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Melody Maker, April 23rd 1983, "Biting Tongues: Libreville "

LIBREVILLE Paragon, Virtue 1

A GROUP of some magnitude, Biting Tongues unleash forces that go way beyond the commonplace. If banality seems the watchword of most music, these people are its negation; a collective that achieve a fusion of unholy, fierce intensity and fertile, bubbling intelligence.

It may not be our complete salvation, but "Libreville" is a very special record indeed.

It's easier to say that Biting Tongues represent a solidity of purpose and openness of approach than it is to sum up the group sound, for their identity is one that can't be pinned down with a smattering of simplistic phrases. Bassist Colin Seddon is a player who manages to mesh the lithe syncopation of funk with the bellicosity of rock, and is a central propulsive force; likewise drummer Eddie Sherwood plays with a crisp precision that sometimes brings to mind A Certain Ratio's Donald Johnson during the "Flight" era and the fluidity of Jaki Liebezeit, yet the group's sound is always shifting, their ploys varied.

Things happen in all eight of these exhilarating performances – events occur and are displaced, sounds ricochet. There's always a movement involved – the rhythmic power is enormous – but its final goal is frequently never obvious until the end; the pieces twist around tortuous chicanes, hurtle fearlessly like scramblers around a dirt-track of sound.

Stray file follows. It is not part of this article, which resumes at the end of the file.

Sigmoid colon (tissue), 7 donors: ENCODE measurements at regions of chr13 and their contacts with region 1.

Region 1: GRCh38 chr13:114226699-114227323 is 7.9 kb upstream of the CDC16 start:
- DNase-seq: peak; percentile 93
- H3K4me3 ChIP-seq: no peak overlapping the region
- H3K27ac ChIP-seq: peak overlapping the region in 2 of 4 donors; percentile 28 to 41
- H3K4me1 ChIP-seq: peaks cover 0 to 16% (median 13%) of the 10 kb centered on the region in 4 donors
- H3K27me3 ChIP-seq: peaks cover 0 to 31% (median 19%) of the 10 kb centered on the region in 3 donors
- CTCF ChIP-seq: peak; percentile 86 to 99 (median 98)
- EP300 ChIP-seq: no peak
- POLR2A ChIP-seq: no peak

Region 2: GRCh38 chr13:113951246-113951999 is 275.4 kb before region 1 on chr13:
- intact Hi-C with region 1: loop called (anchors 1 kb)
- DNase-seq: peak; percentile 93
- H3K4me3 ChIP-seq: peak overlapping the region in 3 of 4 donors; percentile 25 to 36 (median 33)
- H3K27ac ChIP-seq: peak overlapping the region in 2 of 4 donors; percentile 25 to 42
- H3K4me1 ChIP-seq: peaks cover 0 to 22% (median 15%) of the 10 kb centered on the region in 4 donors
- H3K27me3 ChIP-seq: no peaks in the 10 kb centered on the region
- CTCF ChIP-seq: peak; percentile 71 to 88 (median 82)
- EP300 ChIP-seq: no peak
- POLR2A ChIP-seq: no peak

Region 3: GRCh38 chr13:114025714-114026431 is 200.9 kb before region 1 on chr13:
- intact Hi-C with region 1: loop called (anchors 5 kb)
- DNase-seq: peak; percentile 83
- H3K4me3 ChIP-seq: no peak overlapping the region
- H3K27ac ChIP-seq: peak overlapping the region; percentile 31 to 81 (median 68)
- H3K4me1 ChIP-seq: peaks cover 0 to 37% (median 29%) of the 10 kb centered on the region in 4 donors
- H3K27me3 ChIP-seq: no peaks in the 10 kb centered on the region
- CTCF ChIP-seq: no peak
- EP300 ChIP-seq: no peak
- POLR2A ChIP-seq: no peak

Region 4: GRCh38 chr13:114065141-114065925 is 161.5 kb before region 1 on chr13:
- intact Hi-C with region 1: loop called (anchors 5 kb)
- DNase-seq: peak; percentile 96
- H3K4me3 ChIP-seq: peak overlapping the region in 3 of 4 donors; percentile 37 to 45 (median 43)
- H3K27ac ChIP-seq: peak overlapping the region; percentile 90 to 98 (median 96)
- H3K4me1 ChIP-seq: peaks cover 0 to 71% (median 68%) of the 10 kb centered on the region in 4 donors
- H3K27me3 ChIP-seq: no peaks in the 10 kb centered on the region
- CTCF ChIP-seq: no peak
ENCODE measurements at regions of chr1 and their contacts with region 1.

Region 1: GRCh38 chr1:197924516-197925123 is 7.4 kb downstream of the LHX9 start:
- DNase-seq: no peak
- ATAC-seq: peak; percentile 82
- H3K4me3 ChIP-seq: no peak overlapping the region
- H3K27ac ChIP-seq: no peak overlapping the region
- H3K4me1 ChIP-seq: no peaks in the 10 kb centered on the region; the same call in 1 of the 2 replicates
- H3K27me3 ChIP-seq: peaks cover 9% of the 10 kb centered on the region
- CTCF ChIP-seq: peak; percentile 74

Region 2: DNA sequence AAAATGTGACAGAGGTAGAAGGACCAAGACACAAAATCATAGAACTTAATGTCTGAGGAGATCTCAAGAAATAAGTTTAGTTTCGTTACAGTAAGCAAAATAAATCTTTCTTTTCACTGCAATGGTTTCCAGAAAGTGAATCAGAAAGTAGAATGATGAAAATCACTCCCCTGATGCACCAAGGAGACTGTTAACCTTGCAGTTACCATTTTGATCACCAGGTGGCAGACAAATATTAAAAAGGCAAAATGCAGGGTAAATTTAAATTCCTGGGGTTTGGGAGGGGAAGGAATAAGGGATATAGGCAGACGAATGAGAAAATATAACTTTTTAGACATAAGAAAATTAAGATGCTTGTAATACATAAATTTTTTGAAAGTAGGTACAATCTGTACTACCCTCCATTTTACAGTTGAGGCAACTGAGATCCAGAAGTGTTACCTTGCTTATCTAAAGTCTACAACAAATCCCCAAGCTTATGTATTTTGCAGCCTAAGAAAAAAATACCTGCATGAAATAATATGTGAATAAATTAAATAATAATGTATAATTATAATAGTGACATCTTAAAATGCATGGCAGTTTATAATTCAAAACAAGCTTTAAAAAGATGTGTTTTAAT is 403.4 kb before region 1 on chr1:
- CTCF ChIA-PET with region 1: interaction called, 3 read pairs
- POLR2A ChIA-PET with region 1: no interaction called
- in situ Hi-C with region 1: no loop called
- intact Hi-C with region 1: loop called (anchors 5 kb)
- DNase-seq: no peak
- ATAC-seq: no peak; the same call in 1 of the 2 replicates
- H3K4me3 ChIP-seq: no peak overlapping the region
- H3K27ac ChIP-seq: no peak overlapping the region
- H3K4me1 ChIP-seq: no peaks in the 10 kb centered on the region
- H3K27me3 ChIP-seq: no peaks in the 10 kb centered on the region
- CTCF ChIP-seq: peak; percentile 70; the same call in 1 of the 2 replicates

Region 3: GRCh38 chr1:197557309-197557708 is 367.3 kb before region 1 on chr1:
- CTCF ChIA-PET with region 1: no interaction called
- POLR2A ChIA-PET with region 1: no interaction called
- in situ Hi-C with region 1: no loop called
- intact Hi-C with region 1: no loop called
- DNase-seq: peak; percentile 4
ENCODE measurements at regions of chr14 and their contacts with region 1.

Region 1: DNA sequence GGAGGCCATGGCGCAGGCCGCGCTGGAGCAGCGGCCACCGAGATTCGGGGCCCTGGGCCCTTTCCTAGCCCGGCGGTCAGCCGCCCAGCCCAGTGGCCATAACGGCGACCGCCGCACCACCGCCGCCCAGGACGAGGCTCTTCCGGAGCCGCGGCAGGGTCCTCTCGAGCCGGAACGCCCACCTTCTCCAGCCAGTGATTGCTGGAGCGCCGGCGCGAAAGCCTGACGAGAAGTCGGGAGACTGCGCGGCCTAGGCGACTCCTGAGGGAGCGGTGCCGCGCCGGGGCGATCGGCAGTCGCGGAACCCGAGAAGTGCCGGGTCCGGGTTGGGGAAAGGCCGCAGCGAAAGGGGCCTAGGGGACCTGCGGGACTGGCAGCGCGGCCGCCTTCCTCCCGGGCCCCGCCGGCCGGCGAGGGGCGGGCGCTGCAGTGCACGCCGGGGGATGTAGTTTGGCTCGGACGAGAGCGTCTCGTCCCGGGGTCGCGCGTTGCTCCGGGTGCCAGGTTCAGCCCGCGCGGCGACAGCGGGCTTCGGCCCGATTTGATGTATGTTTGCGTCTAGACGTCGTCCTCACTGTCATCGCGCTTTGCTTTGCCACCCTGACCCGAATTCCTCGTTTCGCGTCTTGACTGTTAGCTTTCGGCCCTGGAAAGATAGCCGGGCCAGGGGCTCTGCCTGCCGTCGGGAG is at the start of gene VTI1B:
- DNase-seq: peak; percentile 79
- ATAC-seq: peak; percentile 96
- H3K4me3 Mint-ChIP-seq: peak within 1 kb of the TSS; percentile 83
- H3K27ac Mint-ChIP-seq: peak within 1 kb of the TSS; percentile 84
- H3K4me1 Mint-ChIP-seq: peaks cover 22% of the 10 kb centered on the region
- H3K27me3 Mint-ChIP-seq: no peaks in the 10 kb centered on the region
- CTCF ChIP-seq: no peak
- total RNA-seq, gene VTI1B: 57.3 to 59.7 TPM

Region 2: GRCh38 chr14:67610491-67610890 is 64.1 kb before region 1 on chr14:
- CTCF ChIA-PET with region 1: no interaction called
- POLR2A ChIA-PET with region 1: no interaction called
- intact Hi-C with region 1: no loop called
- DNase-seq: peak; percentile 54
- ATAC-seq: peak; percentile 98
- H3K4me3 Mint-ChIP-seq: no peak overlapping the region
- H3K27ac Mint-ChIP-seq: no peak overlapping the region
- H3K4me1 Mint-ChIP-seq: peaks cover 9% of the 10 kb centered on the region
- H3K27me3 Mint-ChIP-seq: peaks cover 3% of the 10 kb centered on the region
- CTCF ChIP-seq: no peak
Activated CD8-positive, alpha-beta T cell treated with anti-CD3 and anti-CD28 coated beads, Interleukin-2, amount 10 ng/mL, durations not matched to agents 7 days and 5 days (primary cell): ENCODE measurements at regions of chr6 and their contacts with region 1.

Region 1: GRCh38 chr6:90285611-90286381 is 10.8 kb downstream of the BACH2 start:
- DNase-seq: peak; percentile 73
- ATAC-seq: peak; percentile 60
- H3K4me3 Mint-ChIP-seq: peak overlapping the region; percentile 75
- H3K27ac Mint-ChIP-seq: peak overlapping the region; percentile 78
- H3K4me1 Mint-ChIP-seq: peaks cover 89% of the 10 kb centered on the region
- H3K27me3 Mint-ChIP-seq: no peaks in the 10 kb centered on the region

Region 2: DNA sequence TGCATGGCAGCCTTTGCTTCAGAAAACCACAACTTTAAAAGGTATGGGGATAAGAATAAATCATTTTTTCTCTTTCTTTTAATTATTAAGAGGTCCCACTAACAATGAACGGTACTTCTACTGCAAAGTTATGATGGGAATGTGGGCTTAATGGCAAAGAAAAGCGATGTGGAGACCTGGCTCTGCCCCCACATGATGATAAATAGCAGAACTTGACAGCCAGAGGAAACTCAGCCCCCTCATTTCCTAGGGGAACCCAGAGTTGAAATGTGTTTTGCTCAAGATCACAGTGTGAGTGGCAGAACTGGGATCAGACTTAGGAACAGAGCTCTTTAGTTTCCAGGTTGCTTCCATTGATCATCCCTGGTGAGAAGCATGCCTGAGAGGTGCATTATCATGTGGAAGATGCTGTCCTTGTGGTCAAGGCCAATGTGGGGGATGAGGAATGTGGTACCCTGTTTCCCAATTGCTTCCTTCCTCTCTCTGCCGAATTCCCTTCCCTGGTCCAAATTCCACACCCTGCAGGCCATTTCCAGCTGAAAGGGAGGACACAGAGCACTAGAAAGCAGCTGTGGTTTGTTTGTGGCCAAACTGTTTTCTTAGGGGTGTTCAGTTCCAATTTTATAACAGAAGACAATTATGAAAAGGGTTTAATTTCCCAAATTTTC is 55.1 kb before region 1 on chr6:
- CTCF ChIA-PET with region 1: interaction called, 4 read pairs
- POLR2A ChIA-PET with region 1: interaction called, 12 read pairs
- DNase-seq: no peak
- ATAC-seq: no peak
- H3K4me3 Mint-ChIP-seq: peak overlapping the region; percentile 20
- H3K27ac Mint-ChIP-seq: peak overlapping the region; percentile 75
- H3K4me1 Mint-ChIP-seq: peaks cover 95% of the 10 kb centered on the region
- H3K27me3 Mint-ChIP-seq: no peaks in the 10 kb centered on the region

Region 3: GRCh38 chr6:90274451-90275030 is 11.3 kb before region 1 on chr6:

"Libreville" is frequently other-worldly, but firmly placed in inner space, not outer limits. Sound sources are often hard to identify; the familiar is re-arranged and given alarming new emphasis, the result being an enticing, dislocated dream-like quality.

Biting Tongues began as a "jam" to a film of the same name, so it seems fitting that some of this record's more mysterious moments could profitably be used as part of the soundtrack to "Eraserhead". It wasn't so much the narrative of that film that provided its effect as its devious atmosphere, lack of obvious logic, the unexpectedness of its occurrences and ambiguity and absurdity of its image.

Likewise the Tongues' pieces are not memorable for any conventional melody – vocalist Ken Hollings "raps" rather than "sings" – so much as their shadings.

The hidden corners, the details and the relationships between constituent parts provide rich ground for exploration in Biting Tongues' music; like a table crowded with bric a brac, we can have hours of pleasure shifting through its contents, discovering previously unnoticed segments. I've played "Libreville" at least two dozen times over the last couple of months and its still hasn't lost its freshness.

Hollings' words are one of the sources of intrigue; though occasionally veering towards the unnecessarily obscure (why "Doctor Restore He Sight"?), they provide a tangled network of clues, images and ideas for the listener to unravel, or simply feel. On "Dirt For 485", the throes of childhood and the act of dying are mingled with an eerie detachment that recalls the best of Ian McEwan's tales of suburbia, youth and perversion.

If that sounds "difficult", it's not. "Libreville" is, as much as anything, an irresistibly physical record. Though there's very little similarity, fans of Can will have to buy, and are virtually guaranteed to love it to death. The rest of you: Investigate.